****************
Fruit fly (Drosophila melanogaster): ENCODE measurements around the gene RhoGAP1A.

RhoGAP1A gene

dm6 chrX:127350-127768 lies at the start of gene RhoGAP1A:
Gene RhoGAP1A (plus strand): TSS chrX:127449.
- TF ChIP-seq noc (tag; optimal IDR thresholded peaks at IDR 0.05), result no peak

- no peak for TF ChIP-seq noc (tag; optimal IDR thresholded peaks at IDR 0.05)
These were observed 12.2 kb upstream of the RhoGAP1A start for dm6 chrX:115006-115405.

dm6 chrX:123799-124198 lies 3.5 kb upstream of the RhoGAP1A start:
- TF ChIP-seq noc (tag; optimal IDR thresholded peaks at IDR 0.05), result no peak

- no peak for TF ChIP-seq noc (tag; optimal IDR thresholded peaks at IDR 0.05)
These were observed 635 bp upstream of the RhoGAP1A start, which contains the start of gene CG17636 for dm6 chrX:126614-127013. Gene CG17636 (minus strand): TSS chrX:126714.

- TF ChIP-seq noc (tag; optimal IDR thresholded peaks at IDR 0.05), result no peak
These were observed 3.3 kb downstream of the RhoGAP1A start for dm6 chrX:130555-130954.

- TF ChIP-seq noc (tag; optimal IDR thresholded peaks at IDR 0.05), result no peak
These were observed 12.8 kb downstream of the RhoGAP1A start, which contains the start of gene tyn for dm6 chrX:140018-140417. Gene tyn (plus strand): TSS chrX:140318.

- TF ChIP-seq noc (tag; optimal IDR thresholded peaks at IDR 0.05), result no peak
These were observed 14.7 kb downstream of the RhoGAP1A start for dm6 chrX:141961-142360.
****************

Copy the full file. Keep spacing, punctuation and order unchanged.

Fruit fly (Drosophila melanogaster): ENCODE measurements around the gene RhoGAP1A.

RhoGAP1A gene

dm6 chrX:127350-127768 lies at the start of gene RhoGAP1A:
Gene RhoGAP1A (plus strand): TSS chrX:127449.
- TF ChIP-seq noc (tag; optimal IDR thresholded peaks at IDR 0.05), result no peak

- no peak for TF ChIP-seq noc (tag; optimal IDR thresholded peaks at IDR 0.05)
These were observed 12.2 kb upstream of the RhoGAP1A start for dm6 chrX:115006-115405.

dm6 chrX:123799-124198 lies 3.5 kb upstream of the RhoGAP1A start:
- TF ChIP-seq noc (tag; optimal IDR thresholded peaks at IDR 0.05), result no peak

- no peak for TF ChIP-seq noc (tag; optimal IDR thresholded peaks at IDR 0.05)
These were observed 635 bp upstream of the RhoGAP1A start, which contains the start of gene CG17636 for dm6 chrX:126614-127013. Gene CG17636 (minus strand): TSS chrX:126714.

- TF ChIP-seq noc (tag; optimal IDR thresholded peaks at IDR 0.05), result no peak
These were observed 3.3 kb downstream of the RhoGAP1A start for dm6 chrX:130555-130954.

- TF ChIP-seq noc (tag; optimal IDR thresholded peaks at IDR 0.05), result no peak
These were observed 12.8 kb downstream of the RhoGAP1A start, which contains the start of gene tyn for dm6 chrX:140018-140417. Gene tyn (plus strand): TSS chrX:140318.

- TF ChIP-seq noc (tag; optimal IDR thresholded peaks at IDR 0.05), result no peak
These were observed 14.7 kb downstream of the RhoGAP1A start for dm6 chrX:141961-142360.